Park and glide

Alia McMullen over­comes her fears to go ca­noe­ing in east­ern Canada’s Al­go­nquin Pro­vin­cial Park

The Weekend Australian - Travel - - Front Page -

T’S said you haven’t re­ally ex­pe­ri­enced Canada un­til you’ve ca­noed it. And af­ter spending three days float­ing through the Cana­dian wilder­ness with a tent, a pad­dle and a bar­rel to hide food from the bears, I reckon that say­ing is right. I count down the days un­til the ca­noe trip with ex­cite­ment and ner­vous­ness.

Ex­cite­ment? I des­per­ately need an es­cape from my job as a fi­nance re­porter and I have al­ways wanted to see a moose. Ner­vous­ness? Will I be able to keep up with the group of born-to-ca­noe Cana­di­ans I’ll be trav­el­ling with. Hav­ing never ca­noed or portaged (the act of car­ry­ing a boat across land), I am jump­ing in at the deep end with a three-day trip through beau­ti­ful Al­go­nquin Pro­vin­cial Park in east­ern Canada.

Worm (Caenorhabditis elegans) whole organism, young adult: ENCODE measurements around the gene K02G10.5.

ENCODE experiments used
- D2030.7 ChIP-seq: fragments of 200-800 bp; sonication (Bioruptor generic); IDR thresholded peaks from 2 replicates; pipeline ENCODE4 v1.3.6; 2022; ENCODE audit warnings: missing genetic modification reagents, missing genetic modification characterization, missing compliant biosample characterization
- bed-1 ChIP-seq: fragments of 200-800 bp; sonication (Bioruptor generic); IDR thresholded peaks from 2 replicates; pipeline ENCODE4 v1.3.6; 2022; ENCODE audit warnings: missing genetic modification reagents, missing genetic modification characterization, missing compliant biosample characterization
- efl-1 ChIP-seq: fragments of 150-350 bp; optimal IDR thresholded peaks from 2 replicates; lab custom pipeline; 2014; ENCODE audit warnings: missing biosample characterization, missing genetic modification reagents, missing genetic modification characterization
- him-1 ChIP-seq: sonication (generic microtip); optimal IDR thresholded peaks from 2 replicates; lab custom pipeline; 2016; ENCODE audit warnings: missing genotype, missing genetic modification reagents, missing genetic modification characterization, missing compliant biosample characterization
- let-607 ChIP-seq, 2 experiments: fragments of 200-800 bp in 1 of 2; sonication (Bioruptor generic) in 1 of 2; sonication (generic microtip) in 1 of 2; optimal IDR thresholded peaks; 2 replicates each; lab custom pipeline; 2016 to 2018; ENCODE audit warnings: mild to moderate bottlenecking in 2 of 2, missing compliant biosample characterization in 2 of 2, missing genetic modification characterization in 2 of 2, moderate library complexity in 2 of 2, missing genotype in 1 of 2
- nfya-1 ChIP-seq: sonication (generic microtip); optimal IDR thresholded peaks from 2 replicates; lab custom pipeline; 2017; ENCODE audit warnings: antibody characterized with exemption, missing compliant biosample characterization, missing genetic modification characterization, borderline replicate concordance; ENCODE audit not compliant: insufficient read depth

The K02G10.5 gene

Then there are the an­i­mals. Aus­tralia is gen­er­ally con­sid­ered a coun­try of danger­ous crea­tures but I’ve never been con­cerned about a shark or snake break­ing into my tent at night. In Al­go­nquin, I will be sleep­ing out among black bears and wolves.

Our friend and guide, Chris, a Cana­dian who plays on an Aus­tralian Rules foot­ball team with my boyfriend Si­mon in Toronto (we were sur­prised to find there’s ac­tu­ally a well-es­tab­lished com­pe­ti­tion here) as­sures us we have noth­ing to worry about. He once spent three years as a ca­noe guide in Al­go­nquin, so we are happy to take his word for it.

As Si­mon and I stand at the dock wait­ing for Chris to help us into our ca­noe, a woman walks past; she’s dis­tressed, shiver­ing and drip­ping wet. She has at­tempted to go it alone and is now re­turn­ing the ca­noe without hav­ing left the dock. It is early Oc­to­ber, the best time to catch the mag­i­cal colours of au­tumn, but the wa­ter is chilly. It’s an av­er­age 17 de­grees by day and can drop to zero at night. But the ad­van­tage of this cool­ness is there are very few bugs; by early Novem­ber, the leaves are gone and the wa­ter freezes over un­til April.

There’s a sim­ple art to mak­ing a ca­noe go straight when only pad­dling on one side. Chris gives us a quick demon­stra­tion — dip the pad­dle, keep your arms straight and twist your core to pull it back — and, with his guid­ance, we are com­fort­ably on our way.